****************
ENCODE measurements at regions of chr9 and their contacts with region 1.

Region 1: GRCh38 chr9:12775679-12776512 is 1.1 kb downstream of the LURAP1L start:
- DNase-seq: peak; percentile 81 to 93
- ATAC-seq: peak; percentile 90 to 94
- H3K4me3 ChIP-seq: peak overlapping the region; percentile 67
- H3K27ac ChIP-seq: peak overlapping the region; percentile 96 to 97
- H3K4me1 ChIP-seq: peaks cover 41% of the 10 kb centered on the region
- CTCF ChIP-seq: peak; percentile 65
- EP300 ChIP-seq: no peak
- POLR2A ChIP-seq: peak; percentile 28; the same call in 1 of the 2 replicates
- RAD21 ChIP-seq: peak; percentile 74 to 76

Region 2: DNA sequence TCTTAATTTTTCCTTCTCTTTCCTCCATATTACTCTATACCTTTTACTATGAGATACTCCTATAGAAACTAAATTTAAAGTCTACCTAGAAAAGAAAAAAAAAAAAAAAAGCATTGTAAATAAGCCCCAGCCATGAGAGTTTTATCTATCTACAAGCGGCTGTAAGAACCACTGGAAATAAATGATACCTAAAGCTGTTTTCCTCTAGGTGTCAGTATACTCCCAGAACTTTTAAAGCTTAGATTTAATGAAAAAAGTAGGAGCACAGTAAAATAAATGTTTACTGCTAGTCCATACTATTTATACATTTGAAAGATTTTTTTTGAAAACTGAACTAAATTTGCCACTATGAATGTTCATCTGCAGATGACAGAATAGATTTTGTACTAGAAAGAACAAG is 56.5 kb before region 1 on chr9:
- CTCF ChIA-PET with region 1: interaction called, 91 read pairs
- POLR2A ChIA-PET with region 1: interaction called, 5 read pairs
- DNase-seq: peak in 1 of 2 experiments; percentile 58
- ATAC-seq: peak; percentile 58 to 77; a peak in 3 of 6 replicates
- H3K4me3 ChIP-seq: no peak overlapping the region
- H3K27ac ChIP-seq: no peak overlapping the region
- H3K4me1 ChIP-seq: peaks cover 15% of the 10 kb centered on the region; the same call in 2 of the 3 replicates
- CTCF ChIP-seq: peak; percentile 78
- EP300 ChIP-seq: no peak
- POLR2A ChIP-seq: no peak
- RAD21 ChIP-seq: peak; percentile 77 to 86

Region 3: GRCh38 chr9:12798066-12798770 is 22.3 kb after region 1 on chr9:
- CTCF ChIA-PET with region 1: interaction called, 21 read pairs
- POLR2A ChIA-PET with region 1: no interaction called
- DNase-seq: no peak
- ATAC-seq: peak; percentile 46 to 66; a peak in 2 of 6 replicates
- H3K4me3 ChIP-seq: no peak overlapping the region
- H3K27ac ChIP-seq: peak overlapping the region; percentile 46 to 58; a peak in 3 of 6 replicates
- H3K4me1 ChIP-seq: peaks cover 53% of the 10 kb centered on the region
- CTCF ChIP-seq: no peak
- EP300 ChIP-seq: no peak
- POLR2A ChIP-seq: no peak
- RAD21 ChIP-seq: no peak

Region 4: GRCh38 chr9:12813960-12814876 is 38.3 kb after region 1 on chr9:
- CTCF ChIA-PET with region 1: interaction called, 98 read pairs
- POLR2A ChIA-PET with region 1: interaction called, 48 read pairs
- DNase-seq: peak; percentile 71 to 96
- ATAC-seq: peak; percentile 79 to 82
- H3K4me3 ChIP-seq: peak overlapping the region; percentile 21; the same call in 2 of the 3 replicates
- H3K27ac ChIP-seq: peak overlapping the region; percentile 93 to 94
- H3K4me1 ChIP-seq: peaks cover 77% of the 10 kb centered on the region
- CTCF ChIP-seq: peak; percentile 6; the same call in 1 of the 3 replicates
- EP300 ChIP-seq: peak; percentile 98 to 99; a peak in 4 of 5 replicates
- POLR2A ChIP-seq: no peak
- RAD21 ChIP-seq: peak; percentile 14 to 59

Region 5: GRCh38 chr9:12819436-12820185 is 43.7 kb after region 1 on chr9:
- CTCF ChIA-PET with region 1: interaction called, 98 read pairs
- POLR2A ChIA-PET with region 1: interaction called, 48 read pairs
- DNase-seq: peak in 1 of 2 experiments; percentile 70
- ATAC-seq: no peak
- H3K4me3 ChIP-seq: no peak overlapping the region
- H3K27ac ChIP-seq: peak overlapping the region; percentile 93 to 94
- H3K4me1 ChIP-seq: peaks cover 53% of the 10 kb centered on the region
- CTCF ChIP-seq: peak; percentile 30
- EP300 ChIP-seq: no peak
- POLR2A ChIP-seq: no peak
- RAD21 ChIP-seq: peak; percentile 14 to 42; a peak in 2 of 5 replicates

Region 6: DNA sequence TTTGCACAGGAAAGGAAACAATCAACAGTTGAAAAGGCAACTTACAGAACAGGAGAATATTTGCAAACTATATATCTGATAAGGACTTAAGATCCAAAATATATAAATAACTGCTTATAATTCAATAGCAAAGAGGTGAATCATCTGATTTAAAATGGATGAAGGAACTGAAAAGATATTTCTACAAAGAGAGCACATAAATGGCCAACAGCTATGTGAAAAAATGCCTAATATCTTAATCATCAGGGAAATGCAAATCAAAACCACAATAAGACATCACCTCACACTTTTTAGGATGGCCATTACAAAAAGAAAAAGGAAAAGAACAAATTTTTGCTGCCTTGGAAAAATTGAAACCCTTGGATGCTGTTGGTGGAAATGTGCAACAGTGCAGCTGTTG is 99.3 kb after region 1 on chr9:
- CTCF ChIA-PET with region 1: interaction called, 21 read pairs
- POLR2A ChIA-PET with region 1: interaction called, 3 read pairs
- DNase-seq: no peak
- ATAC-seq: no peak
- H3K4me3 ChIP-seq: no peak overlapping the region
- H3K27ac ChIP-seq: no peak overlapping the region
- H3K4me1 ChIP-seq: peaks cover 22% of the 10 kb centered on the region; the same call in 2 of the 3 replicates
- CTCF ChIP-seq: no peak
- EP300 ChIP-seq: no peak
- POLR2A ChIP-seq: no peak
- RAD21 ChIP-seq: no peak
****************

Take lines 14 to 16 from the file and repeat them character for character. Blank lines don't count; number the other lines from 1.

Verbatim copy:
- POLR2A ChIA-PET with region 1: interaction called, 5 read pairs
- DNase-seq: peak in 1 of 2 experiments; percentile 58
- ATAC-seq: peak; percentile 58 to 77; a peak in 3 of 6 replicates